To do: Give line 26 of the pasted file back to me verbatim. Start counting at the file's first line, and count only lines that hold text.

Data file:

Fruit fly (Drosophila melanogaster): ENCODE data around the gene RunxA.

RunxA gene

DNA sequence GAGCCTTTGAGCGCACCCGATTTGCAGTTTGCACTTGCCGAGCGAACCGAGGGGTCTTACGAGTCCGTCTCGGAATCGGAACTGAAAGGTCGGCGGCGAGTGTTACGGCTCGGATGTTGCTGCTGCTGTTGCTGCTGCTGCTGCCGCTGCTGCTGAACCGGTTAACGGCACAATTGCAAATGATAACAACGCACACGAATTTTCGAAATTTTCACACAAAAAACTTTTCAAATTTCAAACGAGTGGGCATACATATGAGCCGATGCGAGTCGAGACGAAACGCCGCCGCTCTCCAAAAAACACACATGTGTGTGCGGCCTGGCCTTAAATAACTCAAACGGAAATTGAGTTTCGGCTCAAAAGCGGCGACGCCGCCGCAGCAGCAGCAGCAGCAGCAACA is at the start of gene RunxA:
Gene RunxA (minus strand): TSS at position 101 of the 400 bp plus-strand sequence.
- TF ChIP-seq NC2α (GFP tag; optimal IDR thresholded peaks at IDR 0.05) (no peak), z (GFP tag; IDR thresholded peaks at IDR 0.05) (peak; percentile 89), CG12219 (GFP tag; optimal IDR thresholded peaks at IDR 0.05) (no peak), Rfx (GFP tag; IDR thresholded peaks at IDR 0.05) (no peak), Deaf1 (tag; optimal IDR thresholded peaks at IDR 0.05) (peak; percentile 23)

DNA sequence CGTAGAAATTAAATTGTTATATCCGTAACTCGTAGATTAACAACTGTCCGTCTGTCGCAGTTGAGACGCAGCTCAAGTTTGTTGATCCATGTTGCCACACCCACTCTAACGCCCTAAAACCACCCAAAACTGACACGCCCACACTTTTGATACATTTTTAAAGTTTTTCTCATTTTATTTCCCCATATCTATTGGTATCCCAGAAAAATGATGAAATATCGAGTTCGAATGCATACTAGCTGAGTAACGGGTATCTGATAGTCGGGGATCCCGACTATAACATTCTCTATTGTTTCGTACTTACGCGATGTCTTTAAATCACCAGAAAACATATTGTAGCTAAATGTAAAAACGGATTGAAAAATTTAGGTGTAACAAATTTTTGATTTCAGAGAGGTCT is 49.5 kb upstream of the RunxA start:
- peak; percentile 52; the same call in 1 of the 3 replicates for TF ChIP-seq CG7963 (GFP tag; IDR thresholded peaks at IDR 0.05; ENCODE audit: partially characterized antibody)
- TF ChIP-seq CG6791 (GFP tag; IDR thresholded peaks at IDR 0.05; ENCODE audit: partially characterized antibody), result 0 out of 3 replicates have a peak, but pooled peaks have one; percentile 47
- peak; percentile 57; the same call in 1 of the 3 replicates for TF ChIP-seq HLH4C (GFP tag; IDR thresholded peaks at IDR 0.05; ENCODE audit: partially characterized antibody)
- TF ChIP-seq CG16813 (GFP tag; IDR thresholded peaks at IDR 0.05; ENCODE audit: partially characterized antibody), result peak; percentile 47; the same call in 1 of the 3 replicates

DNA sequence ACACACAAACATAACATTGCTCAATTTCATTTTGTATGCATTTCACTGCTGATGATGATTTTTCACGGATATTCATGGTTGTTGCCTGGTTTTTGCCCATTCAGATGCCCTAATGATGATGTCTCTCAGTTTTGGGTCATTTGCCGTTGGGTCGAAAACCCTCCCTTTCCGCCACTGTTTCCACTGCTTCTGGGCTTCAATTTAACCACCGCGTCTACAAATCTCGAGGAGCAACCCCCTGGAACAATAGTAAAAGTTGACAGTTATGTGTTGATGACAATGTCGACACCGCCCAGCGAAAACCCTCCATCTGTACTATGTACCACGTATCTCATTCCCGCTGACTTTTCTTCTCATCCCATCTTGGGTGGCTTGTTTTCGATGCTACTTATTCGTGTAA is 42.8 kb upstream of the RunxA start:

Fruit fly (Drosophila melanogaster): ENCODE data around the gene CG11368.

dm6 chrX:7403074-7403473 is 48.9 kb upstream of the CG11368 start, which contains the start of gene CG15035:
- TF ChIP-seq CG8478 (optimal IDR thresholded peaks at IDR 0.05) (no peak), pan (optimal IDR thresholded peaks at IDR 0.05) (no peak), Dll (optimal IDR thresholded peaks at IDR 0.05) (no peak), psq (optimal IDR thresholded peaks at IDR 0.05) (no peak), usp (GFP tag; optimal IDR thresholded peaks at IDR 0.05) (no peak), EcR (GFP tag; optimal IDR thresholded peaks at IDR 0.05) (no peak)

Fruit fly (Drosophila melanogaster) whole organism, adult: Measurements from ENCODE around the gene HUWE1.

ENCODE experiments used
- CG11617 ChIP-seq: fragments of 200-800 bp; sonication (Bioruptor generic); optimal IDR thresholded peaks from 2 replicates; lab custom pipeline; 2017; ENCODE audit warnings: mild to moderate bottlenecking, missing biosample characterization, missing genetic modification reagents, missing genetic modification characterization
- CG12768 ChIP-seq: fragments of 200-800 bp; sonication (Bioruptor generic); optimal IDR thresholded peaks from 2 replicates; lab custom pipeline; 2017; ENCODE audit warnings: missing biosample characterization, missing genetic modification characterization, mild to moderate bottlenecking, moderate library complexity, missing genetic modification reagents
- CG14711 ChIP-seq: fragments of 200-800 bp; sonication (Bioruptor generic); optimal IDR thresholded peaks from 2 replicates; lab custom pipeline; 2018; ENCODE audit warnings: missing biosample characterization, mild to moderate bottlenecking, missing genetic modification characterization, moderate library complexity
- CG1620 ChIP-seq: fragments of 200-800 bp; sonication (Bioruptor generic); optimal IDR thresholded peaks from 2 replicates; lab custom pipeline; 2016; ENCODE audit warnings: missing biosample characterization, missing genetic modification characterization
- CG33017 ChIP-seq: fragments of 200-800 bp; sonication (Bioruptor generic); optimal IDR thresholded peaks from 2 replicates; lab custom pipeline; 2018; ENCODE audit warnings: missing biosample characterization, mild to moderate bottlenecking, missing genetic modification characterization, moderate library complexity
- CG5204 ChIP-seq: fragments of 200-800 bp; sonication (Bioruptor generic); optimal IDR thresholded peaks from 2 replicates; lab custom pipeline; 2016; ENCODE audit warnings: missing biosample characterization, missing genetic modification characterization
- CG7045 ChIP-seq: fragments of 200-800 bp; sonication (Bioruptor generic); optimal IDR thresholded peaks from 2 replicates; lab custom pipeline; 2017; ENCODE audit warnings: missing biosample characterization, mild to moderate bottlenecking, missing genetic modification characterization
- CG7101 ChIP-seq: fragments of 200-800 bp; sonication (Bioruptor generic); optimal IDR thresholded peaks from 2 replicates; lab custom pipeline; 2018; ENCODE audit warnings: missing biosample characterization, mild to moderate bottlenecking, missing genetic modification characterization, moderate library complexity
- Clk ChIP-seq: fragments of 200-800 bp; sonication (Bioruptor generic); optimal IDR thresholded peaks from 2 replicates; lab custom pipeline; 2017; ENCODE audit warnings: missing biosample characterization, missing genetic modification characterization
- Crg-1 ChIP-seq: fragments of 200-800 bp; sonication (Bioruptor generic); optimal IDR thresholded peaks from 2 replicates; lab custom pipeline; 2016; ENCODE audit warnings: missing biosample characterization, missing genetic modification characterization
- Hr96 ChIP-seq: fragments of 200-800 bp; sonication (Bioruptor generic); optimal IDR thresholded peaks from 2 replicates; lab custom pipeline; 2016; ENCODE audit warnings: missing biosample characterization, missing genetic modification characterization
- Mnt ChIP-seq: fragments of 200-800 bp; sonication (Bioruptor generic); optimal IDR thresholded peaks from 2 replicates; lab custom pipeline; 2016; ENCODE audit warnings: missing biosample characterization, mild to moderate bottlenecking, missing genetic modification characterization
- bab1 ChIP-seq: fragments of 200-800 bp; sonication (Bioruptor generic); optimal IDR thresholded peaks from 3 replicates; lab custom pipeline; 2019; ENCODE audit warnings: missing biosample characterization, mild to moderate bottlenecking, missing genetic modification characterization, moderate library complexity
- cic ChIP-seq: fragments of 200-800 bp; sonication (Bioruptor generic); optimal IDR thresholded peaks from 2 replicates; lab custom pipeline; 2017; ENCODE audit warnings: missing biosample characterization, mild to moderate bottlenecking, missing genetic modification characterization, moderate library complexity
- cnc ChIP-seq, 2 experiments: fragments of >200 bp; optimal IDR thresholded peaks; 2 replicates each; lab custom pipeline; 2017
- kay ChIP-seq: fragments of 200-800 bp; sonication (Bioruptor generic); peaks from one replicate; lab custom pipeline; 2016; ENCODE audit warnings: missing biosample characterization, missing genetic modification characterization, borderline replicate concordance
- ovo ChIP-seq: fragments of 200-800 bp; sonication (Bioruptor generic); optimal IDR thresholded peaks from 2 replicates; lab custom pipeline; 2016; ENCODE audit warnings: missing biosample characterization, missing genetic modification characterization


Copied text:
- Crg-1 ChIP-seq: fragments of 200-800 bp; sonication (Bioruptor generic); optimal IDR thresholded peaks from 2 replicates; lab custom pipeline; 2016; ENCODE audit warnings: missing biosample characterization, missing genetic modification characterization